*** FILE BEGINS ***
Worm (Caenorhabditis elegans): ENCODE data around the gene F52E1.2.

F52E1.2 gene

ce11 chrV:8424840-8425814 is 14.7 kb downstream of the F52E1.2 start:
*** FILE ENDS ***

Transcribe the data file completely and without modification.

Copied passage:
Worm (Caenorhabditis elegans): ENCODE data around the gene F52E1.2.

F52E1.2 gene

ce11 chrV:8424840-8425814 is 14.7 kb downstream of the F52E1.2 start: